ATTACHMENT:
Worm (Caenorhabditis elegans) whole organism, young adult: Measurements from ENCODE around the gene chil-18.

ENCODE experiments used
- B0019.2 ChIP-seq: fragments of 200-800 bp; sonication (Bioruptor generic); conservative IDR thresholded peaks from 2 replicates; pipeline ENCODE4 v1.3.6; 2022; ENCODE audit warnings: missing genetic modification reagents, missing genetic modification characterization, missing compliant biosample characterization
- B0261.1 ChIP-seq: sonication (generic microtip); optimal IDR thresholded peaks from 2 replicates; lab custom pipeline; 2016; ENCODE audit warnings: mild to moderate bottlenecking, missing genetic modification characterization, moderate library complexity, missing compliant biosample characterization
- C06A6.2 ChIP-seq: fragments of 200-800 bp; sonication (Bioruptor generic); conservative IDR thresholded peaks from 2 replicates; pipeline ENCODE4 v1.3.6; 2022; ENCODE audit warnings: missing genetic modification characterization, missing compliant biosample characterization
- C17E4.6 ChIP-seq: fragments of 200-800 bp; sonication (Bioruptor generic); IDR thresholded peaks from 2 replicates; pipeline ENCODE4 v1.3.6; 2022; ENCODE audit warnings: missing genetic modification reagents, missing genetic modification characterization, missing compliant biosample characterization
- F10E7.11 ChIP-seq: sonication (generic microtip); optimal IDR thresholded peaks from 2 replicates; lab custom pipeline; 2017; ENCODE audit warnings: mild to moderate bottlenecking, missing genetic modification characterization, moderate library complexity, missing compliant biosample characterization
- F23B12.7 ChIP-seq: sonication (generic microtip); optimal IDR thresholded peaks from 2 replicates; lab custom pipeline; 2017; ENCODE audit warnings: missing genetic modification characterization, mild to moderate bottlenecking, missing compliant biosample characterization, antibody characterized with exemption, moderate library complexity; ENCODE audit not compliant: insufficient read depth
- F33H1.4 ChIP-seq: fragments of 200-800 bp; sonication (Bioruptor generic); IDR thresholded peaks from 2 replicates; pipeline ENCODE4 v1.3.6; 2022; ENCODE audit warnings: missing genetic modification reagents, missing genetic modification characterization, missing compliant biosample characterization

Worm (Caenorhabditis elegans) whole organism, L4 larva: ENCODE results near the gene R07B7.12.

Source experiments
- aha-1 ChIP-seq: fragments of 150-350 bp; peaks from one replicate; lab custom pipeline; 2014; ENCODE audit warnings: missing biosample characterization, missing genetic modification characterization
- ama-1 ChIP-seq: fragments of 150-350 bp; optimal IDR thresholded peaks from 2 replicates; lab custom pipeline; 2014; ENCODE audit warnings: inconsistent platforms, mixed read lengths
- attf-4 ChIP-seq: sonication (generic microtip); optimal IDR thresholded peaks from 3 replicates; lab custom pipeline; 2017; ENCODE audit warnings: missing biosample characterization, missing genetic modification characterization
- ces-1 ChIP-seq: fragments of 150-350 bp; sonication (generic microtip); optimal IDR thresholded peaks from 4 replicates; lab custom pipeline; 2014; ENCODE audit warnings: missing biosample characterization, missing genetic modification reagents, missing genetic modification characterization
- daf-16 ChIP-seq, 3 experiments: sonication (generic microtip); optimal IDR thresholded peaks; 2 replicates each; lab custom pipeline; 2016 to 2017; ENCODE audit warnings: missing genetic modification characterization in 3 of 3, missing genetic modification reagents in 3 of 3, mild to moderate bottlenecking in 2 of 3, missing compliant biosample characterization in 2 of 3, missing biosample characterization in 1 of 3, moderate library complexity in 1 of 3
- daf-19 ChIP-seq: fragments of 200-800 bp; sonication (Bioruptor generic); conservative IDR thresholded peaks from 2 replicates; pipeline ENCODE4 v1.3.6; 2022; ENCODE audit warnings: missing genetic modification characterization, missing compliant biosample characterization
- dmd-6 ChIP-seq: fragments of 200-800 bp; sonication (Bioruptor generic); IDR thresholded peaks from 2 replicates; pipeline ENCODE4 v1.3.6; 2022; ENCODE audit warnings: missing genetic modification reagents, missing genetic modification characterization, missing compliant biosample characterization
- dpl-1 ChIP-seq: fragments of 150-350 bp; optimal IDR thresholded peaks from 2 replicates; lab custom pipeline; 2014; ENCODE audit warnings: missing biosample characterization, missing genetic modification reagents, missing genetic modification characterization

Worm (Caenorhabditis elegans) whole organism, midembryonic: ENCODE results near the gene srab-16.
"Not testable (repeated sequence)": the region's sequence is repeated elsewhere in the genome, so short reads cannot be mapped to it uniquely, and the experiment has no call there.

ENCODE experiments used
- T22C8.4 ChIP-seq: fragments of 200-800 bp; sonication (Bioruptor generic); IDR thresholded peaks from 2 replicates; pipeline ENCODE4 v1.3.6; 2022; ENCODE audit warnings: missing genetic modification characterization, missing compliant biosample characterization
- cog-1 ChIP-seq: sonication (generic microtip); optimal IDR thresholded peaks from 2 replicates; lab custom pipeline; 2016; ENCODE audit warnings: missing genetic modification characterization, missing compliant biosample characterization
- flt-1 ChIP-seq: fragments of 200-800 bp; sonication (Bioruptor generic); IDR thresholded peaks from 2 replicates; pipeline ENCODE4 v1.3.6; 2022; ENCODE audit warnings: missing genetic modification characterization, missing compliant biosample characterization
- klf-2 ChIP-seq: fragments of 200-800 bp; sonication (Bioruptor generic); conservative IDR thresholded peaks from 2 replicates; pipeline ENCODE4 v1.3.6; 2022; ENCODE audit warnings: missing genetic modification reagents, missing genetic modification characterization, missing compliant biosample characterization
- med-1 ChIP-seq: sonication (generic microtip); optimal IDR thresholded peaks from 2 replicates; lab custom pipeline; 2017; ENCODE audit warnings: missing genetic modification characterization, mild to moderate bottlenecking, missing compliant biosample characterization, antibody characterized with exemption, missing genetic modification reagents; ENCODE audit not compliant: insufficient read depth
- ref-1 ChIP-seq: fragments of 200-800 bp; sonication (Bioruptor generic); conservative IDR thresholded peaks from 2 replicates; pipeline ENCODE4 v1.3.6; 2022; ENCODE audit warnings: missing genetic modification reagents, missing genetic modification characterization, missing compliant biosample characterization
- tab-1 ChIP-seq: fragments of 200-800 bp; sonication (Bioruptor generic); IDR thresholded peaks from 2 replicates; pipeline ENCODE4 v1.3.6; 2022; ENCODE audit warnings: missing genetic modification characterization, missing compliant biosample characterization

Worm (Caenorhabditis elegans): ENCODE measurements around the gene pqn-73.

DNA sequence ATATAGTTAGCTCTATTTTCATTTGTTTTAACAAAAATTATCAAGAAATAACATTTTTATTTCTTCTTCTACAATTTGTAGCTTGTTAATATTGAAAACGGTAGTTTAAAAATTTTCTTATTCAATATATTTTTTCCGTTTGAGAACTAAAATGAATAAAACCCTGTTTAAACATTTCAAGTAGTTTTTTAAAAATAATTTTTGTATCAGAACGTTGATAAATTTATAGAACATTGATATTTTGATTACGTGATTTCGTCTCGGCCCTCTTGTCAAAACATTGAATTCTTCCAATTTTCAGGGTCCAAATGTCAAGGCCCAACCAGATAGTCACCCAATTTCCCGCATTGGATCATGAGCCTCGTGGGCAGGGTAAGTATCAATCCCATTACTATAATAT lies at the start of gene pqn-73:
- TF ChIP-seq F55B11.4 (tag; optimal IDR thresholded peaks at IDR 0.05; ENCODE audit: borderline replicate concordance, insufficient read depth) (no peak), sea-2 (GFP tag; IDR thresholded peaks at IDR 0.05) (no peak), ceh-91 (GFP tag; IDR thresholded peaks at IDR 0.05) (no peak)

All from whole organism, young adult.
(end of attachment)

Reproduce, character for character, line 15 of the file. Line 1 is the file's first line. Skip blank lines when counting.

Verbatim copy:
- ces-1 ChIP-seq: fragments of 150-350 bp; sonication (generic microtip); optimal IDR thresholded peaks from 4 replicates; lab custom pipeline; 2014; ENCODE audit warnings: missing biosample characterization, missing genetic modification reagents, missing genetic modification characterization